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June rivals December as the busiest month of the year

June rivals December as a breathless month. In some ways it seems more intense. It's not just the "holidaze," with gift giving and parties around the religious celebrations of Christmas, Hanukkah and Kwanzaa or the winter solstice. June is full of major life events. Think weddings, graduations and moves.

In this quadrant of Baltimore, graduations are many. With two nursery schools, nine high schools, eight middle schools, nine elementary schools and three colleges and universities, the number of graduations is staggering. Ditto the number of celebratory events around those graduations. Fortunately, the 100-degree heat missed most of them.

It did not miss my husband's 50th reunion from City College. Thankfully, that gathering of 200 people was held indoors, in air-conditioned splendor and, ironically, in Baltimore County. Sen. Benjamin Cardin was the keynote speaker. In his remarks about the fine education, leadership training and service opportunities at City, he pointed out that three of the Maryland federal delegation are alumni. Besides him, Dutch Ruppersberger and Elijah Cummings represent the Baltimore area. No other high school in the country, he said, can top that. City forever!

Then there are weddings. Every weekend in June streets by area churches have been full of cars. Ditto the parking lot of the Baltimore Country Club, one of the greenest, most stately venues in town. Weddings are complex affairs, even those planned to be simple.

"The Stoop" storytelling series, in fact, dedicated its three June performances at Center Stage to the topic. "The Stoop Says 'I Do!': Stories of Holy and Unholy Matrimony" featured 18 people telling their tales, the spoken-poetry-meets-hip-hop duo called The 5th L and one of the best bands I've heard at any June event, The Bellevederes. Taped for broadcast these performances repeat on WYPR's "The Signal" June 17,18, 24 and 25.

Then there are moves. "For Sale" signs pop up and moving vans wind the streets as some longtime area residents downsize and others move for careers.

As well as life events a flurry of sporting events happen in June. Every lacrosse player in the area seems to have been in a tournament. Every Little League and Rec League baseball player has had games late into the night, which does not come early on the approach to the summer solstice. Meadowbrook Aquatic and Fitness Center has swarmed with competitive swimmers as its North Baltimore Aquatic Club hosted a regional swim meet. Parking lots overflowed, and waters churned dawn to dusk.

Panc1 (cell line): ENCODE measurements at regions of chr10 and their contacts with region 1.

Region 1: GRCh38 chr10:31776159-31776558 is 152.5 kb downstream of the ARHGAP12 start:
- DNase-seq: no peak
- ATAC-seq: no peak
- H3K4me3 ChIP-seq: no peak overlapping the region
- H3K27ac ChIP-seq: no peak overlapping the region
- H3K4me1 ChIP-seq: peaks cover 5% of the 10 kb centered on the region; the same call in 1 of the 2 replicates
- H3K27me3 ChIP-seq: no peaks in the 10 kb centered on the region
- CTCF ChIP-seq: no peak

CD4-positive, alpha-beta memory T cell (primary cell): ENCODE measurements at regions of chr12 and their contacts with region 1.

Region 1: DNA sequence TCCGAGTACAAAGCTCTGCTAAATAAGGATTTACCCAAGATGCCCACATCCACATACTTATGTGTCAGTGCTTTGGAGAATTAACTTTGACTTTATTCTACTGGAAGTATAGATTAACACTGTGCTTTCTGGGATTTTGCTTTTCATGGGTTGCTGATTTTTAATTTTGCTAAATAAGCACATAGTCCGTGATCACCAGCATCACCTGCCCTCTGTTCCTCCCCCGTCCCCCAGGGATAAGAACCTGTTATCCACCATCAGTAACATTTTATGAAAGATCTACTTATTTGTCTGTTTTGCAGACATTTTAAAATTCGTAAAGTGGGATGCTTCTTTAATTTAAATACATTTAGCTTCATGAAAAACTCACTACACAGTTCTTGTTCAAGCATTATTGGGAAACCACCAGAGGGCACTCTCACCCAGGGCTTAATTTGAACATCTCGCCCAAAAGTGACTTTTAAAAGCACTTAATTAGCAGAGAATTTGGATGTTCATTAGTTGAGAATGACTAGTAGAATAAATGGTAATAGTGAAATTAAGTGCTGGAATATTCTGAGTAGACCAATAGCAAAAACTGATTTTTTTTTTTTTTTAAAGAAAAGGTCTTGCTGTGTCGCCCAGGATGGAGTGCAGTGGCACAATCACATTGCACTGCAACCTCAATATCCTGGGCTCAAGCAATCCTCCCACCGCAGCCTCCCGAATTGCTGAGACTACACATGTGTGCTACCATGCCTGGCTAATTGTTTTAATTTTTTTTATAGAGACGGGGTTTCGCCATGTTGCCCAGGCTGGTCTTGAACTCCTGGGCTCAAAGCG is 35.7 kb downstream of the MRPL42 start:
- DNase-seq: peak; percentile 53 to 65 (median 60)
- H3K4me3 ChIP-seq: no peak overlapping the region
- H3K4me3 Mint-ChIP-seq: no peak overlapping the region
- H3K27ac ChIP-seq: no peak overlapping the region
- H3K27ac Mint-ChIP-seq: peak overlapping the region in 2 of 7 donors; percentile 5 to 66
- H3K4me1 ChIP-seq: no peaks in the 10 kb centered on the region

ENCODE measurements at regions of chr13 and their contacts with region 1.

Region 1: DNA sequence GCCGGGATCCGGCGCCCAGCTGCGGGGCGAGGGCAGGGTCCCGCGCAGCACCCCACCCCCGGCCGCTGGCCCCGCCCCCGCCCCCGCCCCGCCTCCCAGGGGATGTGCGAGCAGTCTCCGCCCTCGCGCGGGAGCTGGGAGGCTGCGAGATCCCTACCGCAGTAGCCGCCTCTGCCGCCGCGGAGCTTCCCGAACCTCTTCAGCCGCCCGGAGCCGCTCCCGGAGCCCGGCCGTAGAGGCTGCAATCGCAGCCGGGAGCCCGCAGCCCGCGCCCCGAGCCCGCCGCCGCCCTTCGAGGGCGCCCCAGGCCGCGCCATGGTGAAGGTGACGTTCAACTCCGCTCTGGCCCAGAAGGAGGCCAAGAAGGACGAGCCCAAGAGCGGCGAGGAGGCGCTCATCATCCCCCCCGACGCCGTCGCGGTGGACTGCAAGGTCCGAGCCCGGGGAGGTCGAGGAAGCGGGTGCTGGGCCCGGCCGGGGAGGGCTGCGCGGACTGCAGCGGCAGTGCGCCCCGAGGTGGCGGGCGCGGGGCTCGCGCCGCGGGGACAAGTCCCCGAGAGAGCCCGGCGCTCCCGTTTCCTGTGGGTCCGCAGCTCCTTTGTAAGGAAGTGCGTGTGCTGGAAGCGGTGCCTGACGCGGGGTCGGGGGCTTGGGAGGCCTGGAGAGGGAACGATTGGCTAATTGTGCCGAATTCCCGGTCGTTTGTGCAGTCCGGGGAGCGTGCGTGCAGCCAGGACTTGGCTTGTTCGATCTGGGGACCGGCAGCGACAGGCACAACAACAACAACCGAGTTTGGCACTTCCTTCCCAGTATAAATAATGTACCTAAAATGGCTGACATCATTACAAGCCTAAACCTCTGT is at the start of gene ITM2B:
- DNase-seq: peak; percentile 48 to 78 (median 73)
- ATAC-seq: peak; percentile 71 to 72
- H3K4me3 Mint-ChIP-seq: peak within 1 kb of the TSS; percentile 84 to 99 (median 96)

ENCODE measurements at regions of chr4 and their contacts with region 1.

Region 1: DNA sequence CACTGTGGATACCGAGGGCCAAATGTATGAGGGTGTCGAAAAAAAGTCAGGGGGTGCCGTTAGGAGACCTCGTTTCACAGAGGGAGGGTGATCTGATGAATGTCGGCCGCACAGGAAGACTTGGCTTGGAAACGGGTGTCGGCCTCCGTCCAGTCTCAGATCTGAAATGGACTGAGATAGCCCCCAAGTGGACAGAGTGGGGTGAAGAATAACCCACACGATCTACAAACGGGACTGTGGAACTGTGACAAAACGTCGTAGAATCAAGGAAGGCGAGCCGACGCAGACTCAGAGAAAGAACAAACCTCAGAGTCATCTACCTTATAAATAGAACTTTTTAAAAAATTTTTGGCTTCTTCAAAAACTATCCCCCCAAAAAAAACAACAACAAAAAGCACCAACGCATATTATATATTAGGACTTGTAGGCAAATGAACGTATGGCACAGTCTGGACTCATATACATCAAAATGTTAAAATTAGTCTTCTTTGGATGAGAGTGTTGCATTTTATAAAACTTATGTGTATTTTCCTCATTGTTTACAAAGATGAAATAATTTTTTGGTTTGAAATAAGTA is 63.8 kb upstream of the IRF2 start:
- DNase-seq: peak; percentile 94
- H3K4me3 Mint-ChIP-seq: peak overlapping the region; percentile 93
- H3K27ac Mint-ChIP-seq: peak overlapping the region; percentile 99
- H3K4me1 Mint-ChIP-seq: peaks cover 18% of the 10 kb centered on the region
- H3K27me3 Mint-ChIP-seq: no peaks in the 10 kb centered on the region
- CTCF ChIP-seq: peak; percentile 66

Area roads have overflowed in June because of resurfacing and infrastructure issues. At the beginning of the month Charles Street, Roland Avenue and Falls Road were all under construction causing gridlock on Lake Avenue and Falls one Friday afternoon. North Roland Avenue construction seems finished, but Charles and Falls still have bottlenecks, not to mention the horrible traffic jams downtown because of Grand Prix construction. Let's hope that the $7 million-plus spent in preparation for the September race generates many times more that, so slashed city budgets can increase.

In June every committee and organization has final meetings, meetings to give summer homework, meetings to celebrate the accomplishments of the past year, meetings to remind us of the need to fundraise for the benefit of people and places in this economically-challenged, but neighborhood-friendly, city. To quote the consistent message of the Safe and Sound Campaign, Baltimore's vocal advocacy group for children: opportunity promotes success.

In this North Baltimore area much opportunity exists. Students receive the finest education available. Adults work hard in the area's leading financial, health, legal, arts and non-profit institutions. There is always a frenzy of activity in these neighborhoods. Sometimes there's so much activity that families have a half-dozen events in a single day.

Soon summer officially arrives. Here's to some days and evenings on porches sitting quietly, reading, or chatting with neighbors. The time has come to recharge June-depleted batteries.

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